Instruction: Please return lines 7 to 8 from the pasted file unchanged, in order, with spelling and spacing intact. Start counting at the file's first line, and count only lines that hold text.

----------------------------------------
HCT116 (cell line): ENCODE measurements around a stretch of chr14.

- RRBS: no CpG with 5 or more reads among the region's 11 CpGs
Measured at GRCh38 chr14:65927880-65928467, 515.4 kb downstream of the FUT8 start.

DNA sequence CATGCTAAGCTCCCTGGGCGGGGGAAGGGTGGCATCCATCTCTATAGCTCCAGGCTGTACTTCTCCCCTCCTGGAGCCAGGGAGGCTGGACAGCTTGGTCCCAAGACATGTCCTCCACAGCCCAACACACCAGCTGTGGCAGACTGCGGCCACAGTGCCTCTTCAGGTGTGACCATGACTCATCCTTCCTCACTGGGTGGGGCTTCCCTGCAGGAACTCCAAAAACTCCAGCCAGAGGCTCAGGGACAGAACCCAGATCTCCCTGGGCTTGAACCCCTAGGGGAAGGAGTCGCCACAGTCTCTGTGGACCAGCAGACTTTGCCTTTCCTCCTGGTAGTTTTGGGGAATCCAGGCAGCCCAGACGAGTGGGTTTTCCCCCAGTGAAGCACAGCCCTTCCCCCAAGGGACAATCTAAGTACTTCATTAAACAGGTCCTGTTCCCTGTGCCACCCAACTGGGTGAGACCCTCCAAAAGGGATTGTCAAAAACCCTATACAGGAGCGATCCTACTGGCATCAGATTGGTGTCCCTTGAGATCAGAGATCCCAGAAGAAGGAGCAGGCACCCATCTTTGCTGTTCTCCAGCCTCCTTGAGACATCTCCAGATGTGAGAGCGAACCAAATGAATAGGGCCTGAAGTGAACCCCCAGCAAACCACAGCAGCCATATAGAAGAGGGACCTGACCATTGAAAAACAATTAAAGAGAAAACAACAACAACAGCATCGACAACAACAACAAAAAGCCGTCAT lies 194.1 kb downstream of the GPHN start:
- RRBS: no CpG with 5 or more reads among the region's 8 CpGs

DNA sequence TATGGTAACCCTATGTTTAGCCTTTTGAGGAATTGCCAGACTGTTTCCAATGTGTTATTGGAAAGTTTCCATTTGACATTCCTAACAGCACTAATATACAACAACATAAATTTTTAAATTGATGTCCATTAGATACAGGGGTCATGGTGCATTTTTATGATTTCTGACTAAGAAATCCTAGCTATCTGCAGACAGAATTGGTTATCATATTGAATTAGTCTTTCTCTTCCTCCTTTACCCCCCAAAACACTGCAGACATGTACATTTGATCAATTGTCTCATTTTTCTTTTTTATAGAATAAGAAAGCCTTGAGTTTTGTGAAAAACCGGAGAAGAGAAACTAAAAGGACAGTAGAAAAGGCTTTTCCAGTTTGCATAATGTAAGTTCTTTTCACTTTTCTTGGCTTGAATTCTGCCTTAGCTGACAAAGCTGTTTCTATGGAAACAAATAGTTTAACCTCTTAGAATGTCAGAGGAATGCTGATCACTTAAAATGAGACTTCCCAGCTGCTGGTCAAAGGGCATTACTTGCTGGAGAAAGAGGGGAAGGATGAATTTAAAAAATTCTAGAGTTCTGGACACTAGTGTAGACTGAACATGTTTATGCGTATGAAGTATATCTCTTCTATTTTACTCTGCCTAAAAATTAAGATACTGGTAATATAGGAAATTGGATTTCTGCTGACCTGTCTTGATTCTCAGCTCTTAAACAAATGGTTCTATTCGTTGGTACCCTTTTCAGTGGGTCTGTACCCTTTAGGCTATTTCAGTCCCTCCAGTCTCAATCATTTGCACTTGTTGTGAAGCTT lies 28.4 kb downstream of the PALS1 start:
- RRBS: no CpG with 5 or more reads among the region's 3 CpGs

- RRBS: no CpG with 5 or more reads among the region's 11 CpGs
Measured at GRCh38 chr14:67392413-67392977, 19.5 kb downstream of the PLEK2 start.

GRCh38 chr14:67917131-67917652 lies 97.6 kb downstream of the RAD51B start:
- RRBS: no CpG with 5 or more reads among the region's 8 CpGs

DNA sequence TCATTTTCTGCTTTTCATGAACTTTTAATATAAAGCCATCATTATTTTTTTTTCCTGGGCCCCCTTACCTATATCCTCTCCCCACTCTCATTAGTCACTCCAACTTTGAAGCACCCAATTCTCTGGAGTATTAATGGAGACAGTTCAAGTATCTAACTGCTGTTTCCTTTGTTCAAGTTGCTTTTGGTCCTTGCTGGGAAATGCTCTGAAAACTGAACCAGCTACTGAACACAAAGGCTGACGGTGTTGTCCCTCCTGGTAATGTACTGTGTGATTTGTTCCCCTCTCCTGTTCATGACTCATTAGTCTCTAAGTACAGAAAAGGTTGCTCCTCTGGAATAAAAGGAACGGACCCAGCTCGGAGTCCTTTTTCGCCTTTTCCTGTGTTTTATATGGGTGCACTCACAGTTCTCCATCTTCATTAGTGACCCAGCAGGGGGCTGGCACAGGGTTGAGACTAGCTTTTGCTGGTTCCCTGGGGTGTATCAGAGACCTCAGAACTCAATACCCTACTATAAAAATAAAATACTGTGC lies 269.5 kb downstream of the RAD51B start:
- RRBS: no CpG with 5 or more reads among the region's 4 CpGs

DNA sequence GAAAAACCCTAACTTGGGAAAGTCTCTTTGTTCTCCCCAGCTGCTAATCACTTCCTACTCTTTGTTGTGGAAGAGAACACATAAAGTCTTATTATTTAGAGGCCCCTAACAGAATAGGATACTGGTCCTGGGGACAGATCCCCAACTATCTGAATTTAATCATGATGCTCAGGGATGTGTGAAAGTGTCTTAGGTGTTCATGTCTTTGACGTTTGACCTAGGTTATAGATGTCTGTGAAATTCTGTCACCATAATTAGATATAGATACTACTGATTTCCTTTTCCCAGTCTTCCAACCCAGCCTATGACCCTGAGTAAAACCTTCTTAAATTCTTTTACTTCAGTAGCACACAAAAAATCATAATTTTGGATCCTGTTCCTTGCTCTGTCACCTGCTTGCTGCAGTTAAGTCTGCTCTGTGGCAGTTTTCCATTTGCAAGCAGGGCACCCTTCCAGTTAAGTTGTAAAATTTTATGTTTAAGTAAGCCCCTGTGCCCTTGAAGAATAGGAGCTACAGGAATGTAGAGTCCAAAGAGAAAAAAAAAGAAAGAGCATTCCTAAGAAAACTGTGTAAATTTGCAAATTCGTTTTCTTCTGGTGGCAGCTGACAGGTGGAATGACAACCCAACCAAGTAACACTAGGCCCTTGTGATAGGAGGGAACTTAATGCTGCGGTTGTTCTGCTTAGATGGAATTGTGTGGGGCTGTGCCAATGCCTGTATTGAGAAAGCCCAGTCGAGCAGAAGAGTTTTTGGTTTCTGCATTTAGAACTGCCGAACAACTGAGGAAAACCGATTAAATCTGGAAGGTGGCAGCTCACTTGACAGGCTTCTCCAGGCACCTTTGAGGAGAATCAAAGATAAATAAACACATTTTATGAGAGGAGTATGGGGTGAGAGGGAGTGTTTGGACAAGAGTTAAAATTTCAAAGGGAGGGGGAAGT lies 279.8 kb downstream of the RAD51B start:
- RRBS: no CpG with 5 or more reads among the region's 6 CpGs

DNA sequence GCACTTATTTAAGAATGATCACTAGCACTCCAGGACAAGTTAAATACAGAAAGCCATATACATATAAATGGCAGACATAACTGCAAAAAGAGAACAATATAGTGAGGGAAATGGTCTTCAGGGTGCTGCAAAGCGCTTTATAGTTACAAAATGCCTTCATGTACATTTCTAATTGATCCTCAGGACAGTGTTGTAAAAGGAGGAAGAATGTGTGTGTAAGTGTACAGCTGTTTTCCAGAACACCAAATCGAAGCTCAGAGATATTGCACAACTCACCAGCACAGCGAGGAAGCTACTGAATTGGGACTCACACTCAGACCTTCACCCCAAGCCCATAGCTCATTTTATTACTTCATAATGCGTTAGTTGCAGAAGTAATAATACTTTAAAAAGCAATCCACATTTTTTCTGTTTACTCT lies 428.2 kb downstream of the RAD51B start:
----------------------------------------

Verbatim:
- RRBS: no CpG with 5 or more reads among the region's 3 CpGs

- RRBS: no CpG with 5 or more reads among the region's 11 CpGs